According to the Cleveland Clinic, one out of three people experience motion sickness at some point in time. It mostly occurs in children under twelve.¹ It has also been found that people assigned female at birth (AFAB) are more prone to motion sickness compared to people assigned male at birth (AMAB).
What is motion sickness?
As the name suggests, motion sickness or travel sickness is the sickness experienced during motion or traveling. Car sickness, air sickness, sea sickness, or rider's vertigo are all different names for motion sickness. Motion sickness can happen while traveling in a car, plane, boat, and even during rides in amusement parks. It can even happen when playing video games. Nausea is the main symptom of motion sickness.
Causes of motion sickness
One out of three people experience motion sickness. Studies suggest that children, people AFAB, and Asians are more susceptible to it.² Individuals suffering from migraine headaches are also more susceptible to motion sickness.
There is no clear research as to why some groups of people are affected more than others. Some factors have been identified to be a trigger for motion sickness, however.
Our brain gets signals from other body parts for actions. During motion, the brain might not be able to receive signals properly or interpret them. The messages sent by the inner ear might be different from messages sent by the eyes due to rapidly changing visuals. This leads to uneasy feelings, dizziness, or nausea.
Pregnant women and women undergoing periods are more prone to motion sickness and nausea than others. People suffering from migraines or disorders of the inner ear also tend to have symptoms of motion sickness.
Signs and symptoms of motion sickness
Various signs and symptoms of motion sickness are:¹
- Cold sweats
- Rapid breathing
- Pale skin
- Increased saliva concentration
- Irritated mood
- Inability to concentrate
Management and treatment
If you have symptoms of motion sickness, try following these tips or consult your GP. Not everyone experiences sickness during travel, but those who experience it can make some slight changes to ease the symptoms.1,3,4
- Sitting position: Face forward during travel to reduce the disruptions due to motion. According to experts, the best place to sit is the front passenger seat in a car, the window seat in a bus or train, the middle of a boat, and the wing section of an airplane
- Acupressure: There are acupressure wristbands available that can ease symptoms of motion sickness. Although some people claim that it helps, the efficiency of these bands is not adequately researched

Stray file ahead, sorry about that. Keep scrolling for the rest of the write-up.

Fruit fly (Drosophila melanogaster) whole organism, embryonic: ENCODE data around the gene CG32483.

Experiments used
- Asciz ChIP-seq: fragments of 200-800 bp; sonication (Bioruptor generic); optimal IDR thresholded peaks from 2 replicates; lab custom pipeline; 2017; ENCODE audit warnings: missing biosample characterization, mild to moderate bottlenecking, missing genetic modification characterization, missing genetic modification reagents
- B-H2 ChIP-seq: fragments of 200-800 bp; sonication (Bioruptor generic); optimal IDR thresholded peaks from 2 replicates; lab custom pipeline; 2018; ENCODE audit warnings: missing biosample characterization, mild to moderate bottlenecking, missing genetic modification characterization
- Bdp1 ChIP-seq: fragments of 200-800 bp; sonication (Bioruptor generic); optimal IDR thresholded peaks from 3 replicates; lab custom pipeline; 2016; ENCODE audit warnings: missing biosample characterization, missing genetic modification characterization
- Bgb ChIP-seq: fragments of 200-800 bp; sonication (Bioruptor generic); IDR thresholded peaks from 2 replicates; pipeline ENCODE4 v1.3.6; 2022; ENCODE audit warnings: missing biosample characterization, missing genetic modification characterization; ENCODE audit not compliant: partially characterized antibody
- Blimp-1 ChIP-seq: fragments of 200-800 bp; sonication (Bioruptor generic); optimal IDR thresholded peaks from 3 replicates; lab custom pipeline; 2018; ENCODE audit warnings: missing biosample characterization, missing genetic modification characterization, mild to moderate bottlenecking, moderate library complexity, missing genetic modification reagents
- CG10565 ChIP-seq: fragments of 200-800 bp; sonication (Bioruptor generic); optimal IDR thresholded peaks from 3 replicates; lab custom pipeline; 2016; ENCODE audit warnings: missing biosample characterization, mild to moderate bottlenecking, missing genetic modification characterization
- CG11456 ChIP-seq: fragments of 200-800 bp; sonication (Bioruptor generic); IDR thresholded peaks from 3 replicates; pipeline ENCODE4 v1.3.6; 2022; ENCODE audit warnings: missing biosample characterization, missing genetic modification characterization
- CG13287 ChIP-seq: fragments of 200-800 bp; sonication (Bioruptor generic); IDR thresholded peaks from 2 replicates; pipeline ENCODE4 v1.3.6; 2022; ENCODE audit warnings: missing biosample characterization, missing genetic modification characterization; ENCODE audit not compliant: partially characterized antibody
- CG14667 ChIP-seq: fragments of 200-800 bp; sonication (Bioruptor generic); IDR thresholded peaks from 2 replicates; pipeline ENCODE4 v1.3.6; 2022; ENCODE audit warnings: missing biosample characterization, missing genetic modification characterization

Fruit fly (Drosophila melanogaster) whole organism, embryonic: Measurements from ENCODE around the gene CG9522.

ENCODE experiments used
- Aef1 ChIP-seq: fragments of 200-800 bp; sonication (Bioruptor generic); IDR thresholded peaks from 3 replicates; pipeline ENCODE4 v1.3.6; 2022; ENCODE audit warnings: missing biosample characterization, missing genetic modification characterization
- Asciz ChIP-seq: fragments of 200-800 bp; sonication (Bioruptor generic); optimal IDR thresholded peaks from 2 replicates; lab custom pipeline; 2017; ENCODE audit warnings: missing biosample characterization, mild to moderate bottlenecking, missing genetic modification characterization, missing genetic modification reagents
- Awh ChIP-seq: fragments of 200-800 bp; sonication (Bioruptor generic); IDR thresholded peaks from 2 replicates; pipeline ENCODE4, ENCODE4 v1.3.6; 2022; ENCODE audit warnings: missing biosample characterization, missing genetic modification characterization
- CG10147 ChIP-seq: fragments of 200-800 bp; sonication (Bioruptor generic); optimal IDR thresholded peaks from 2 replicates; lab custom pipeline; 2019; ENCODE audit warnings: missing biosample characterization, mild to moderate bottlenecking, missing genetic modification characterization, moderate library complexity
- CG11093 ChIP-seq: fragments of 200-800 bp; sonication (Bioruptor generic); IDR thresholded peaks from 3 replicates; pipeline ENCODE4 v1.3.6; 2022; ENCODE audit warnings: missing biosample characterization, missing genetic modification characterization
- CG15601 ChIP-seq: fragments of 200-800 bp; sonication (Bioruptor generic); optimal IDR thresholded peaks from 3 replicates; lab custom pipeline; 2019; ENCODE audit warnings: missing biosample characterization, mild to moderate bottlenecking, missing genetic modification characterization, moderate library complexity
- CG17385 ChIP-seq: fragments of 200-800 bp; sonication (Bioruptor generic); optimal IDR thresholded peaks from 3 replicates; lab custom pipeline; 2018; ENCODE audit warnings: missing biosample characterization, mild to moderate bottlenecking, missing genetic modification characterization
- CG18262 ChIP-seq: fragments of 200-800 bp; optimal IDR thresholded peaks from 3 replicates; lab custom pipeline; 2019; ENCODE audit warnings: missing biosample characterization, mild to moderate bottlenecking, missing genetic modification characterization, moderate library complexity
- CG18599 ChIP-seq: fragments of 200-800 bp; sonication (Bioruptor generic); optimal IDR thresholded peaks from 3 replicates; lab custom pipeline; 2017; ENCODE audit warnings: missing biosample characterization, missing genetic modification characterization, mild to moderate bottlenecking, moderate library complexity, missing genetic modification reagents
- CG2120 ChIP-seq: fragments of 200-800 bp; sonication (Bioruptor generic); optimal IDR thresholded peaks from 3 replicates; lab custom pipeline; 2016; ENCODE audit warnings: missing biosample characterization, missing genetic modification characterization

- Ventilation: Try opening the windows to get fresh air in the vehicle. If there are air vents, face them toward you
- Breaks: Try taking frequent breaks during your trip, if possible. Get down from the vehicle and walk around a little bit
- Vision: Focus your vision on the road in a straight direction. Try not to look sideways or at screens for long periods
- Diet: Avoid eating very heavy or spicy meals just before travel. These might upset your stomach and aggravate the symptoms of motion sickness. Try to avoid alcohol or tobacco use before or during travel as well
- Herbs: Mint, ginger, and lavender are said to have a soothing effect on the mind. Try keeping these scents with you during travel. You can also try ginger or peppermint in the form of biscuits, tablets, or tea
- Antihistamines: Antihistamines are helpful in preventing motion sickness. They can come in tablet or syrup form. It is suggested to take these medications around 30 minutes or an hour prior to leaving. Read the label instructions carefully or speak to your pharmacist.
- Patches: Hyoscine hydrobromide belongs to the group of medicines called anticholinergics or antimuscarinics. These can ease symptoms of motion sickness. It comes in the form of tablets or patches. They work to control the inner ear and the brain. These are not supposed to be used by children below 10 years of age. Read the instructions carefully or speak to your pharmacist before buying. Brand names for it are Kwells, Joy-rides, Scopoderm, or Kwells Kids.
How common is motion sickness
Motion sickness affects one in three individuals. People AFAB, children, and Asians are found to be more prone to motion sickness than others.
How is motion sickness diagnosed?
If you suspect motion sickness, contact your GP. They will make a note of your symptoms and perform a physical exam of your eyes and ears.
How can I prevent motion sickness?
Motion sickness can be prevented by avoiding heavy or spicy meals before traveling, taking regular breaks, drinking plenty of water, or taking medications.
When should I call a doctor?
A little bit of nausea can be handled without help. But if vomiting does not stop even after these measures, or if symptoms persist after traveling, then it is a good idea to call a doctor.
Motion sickness is an unpleasant feeling that can make traveling frustrating. But it is not a life-threatening condition. Normal sickness can be managed by over-the-counter medication and precautions, such as watching what you eat the day before.
- Motion sickness: symptoms & treatment [Internet]. Cleveland Clinic. [cited 2023 Jan 14]. Available from: https://my.clevelandclinic.org/health/articles/12782-motion-sickness
- Motion sickness: medlineplus genetics [Internet]. [cited 2023 Jan 14]. Available from: https://medlineplus.gov/genetics/condition/motion-sickness/
- Motion sickness [Internet]. nhs.uk. 2017 [cited 2023 Jan 14]. Available from: https://www.nhs.uk/conditions/motion-sickness/
- About hyoscine hydrobromide [Internet]. nhs.uk. 2022 [cited 2023 Jan 14]. Available from: https://www.nhs.uk/medicines/hyoscine-hydrobromide/about-hyoscine-hydrobromide/
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